Reviewing the Pro Football Hall of Fame's list of middle linebackers is a sobering experience.
The position is well-represented, but almost all of the enshrinees -- Dick Butkus, Jack Lambert and Willie Lanier among them -- are drawn from a long-gone era of NFL defenses. In fact, former Chicago Bears star Mike Singletary is the only current Hall of Fame middle linebacker whose career started in the past 36 years.
The best case to be made for Brian Urlacher's candidacy, now that he has announced his retirement, is that his career reversed the decades-long decline in the value of the position. Along with the Baltimore Ravens' Ray Lewis, Urlacher modernized middle linebacking by adding speed and regular playmaking to the traditional role of helmet-jarring hits and fierce leadership.
Hall of Fame players can't simply be top performers over a period of NFL seasons. In a competitive environment where ballots are limited to five enshrinees per year, candidates must stand out. Some might be the best players in a generation, but if their position is as undervalued as middle linebacker has been over the past few decades, they also would need to have changed or impacted the game in a unique way.
I think Urlacher did that. It helped that he was drafted by a team that soon moved to a scheme that perfectly fit a middle linebacker who could run like a safety. It also helped that in his best years, Urlacher had some stud defensive tackles in front of him who limited free shots from offensive linemen.
Regardless, the Bears' defense in the Lovie Smith era wouldn't have worked without Urlacher covering the deep third of the field while also holding his own at the line of scrimmage. His ability to get 25 yards downfield, in between chasing runners from sideline to sideline, was a new development for the modern-day middle linebacker.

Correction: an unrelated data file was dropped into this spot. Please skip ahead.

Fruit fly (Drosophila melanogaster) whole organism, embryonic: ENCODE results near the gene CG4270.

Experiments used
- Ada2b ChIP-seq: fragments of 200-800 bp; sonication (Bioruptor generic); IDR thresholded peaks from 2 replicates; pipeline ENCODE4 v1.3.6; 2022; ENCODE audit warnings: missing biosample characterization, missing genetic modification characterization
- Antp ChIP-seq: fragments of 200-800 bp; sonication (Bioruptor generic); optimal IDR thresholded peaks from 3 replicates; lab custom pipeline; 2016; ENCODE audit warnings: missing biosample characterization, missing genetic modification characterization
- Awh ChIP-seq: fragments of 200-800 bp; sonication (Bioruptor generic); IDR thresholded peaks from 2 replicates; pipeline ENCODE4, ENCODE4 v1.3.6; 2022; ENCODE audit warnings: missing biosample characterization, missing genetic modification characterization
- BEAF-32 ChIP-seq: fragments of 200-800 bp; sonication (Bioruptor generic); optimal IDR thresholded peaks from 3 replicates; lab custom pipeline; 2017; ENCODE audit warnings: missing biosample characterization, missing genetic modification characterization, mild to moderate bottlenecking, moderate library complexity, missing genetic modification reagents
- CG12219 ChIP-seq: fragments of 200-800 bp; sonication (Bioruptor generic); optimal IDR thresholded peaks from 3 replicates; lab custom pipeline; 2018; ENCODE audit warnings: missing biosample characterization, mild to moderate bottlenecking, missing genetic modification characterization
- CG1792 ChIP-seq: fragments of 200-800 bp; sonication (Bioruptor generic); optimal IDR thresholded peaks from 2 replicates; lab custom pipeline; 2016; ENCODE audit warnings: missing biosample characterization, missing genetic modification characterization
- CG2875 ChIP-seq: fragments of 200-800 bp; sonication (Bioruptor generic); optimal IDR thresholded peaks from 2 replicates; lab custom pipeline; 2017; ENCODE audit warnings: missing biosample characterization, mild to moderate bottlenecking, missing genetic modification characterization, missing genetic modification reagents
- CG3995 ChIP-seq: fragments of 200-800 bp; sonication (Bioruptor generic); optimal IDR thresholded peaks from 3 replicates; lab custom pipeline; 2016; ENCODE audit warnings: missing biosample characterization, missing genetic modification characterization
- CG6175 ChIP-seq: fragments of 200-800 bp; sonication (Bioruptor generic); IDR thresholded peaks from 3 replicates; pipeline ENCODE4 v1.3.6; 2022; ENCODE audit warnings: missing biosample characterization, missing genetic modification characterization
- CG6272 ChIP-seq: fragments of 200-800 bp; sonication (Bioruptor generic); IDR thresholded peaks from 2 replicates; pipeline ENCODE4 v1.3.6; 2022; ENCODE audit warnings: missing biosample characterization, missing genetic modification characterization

When Urlacher was sidelined, for 15 games in 2009 and four games last season, the Bears' defense dipped noticeably and obviously, especially against the pass. In the games that Urlacher missed over that stretch, opponents' Total Quarterback Rating (QBR) rose from 39.5 to 60.1 (on a scale of 0-100), according to ESPN Stats & Information.
He is one of four players in NFL history with at least 40 sacks and 20 interceptions in his career, as the chart shows, and he is one of seven players to win the NFL's Defensive Rookie of the Year and Defensive Player of the Year award. Of the other six, three are in the Hall of Fame and two others aren't yet eligible.
Urlacher's résumé of sustained elite performances, even after his 2009 wrist injury, and his notable impact on how the game is played merit Hall of Fame enshrinement. How long it will take for him to be elected is almost a silly discussion. We don't know what the backlog will be like in 2018, but there is a pretty strong group of players who will be eligible for the first time alongside Urlacher. The group includes Lewis, Steve Hutchinson, Ronde Barber and perhaps Randy Moss.
Timing, of course, is but a detail. I'm sure there will be plenty of discussion between now and then. But you would think Canton has room for Brian Urlacher. Frankly, he made that space for himself.